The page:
Babies Issue a Genetic ‘S.O.S.’ That Can Be Used to Detect Sepsis

Photo: Bethany Petrik/Getty Images

At the moment, there’s no simple, reliable test for bacterial infections like sepsis — infections that can be very hard to detect, and which can kill young children when they go untreated. But new research from the University of Edinburgh suggests that the DNA of infected kids issues an alarm signal of sorts that doctors could use to identify these infections before it’s too late.

Tests based on this new finding would require only a drop of blood. The press release has the details:

The University of Edinburgh team has identified a signal consisting of 52 molecular characters – like a biological tweet – that is specific to bacterial infection.

The researchers, who have spent the past decade trying to unravel the complexities of blood poisoning and its treatment among premature and full-term babies, say that the genome’s signal provides critical, immediate information on the infection.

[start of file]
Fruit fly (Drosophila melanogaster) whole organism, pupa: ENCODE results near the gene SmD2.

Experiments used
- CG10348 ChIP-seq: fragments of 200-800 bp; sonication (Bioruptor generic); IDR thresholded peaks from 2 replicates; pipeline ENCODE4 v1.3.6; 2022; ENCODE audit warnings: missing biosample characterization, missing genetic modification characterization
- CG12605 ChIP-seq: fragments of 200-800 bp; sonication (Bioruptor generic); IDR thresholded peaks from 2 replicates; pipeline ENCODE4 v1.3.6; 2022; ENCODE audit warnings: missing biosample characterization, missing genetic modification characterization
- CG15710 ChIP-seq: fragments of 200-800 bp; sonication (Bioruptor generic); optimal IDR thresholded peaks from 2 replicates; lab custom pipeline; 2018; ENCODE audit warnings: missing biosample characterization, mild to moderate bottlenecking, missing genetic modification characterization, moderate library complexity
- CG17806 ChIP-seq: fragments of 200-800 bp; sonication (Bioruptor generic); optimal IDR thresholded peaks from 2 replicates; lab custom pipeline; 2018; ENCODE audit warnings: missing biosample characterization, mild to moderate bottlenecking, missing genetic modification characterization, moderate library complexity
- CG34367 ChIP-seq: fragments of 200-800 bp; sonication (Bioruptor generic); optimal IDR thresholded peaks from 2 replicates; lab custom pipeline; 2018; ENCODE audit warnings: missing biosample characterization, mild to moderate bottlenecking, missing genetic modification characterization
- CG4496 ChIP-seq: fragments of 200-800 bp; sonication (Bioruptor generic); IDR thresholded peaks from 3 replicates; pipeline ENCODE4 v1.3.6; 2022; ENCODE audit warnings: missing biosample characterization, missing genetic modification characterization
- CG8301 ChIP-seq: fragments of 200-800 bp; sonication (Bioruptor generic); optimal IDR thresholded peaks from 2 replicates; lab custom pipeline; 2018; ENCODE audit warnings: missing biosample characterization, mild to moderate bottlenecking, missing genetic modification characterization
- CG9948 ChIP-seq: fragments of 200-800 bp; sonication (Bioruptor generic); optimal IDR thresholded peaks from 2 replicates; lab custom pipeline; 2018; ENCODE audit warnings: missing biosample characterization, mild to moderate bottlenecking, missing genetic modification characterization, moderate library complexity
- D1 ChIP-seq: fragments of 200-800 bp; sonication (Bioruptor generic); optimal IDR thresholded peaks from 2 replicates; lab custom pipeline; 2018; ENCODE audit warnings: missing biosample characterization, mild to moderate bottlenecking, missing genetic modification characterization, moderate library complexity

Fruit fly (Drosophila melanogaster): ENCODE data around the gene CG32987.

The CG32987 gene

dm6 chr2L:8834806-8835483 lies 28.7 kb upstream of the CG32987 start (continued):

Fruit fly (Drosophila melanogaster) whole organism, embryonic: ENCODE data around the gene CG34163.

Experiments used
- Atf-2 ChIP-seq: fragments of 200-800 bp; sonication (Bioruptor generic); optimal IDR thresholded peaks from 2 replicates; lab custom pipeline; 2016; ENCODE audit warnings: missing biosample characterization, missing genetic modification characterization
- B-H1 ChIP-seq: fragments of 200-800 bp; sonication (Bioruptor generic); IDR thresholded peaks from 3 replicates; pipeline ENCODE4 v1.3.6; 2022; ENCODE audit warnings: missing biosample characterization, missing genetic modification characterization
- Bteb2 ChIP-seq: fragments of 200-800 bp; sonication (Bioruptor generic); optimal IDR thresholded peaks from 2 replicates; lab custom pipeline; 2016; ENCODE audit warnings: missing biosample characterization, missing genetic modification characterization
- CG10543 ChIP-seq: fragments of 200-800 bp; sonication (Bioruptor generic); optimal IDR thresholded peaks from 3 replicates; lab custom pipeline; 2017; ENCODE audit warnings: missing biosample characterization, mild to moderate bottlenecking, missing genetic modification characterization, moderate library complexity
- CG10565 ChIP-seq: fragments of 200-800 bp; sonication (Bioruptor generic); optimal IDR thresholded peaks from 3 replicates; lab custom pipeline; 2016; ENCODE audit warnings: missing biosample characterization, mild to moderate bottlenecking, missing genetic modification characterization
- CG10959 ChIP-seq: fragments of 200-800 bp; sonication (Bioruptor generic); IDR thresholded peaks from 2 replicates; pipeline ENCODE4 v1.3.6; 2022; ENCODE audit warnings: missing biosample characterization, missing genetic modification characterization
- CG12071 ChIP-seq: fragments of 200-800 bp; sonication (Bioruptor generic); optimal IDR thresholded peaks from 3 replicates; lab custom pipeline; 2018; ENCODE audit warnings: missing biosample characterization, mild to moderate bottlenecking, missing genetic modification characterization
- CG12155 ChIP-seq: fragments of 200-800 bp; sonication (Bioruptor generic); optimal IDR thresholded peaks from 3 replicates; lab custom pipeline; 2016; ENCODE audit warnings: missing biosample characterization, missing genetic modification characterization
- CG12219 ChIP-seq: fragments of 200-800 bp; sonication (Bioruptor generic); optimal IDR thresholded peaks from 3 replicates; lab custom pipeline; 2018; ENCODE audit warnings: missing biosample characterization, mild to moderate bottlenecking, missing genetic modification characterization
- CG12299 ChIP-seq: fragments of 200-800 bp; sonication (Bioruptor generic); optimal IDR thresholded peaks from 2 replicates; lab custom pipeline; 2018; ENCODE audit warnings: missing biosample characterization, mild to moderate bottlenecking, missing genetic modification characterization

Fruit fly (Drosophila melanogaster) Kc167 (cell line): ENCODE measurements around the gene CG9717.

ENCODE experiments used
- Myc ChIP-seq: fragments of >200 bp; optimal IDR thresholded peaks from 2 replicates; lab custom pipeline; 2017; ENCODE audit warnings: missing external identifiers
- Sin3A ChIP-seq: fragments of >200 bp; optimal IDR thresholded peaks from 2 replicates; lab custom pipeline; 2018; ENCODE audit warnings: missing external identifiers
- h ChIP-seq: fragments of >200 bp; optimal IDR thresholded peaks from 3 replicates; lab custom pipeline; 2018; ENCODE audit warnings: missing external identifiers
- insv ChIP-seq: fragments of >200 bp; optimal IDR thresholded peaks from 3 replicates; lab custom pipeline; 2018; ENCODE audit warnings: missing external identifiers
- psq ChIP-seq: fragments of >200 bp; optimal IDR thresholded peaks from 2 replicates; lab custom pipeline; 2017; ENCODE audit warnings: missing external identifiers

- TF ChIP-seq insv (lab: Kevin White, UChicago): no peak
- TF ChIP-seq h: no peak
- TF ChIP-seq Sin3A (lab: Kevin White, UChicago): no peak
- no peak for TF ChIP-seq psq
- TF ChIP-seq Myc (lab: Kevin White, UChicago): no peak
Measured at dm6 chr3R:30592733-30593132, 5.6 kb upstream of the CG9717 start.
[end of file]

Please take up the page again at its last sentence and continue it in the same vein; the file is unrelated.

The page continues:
Using blood samples from newborn babies in Edinburgh, the study investigated thousands of signals written in biological code known as messenger RNAs.

Through meticulous code-breaking the scientists were able to decipher with close to 100 per cent accuracy the signals generated by an infant’s genome that specifically tell that they are suffering from sepsis.

Given the preponderance of terrible events lately, I’m all for more research breakthroughs of the baby-saving variety.

A New Way to ID a Dangerous Infection in Infants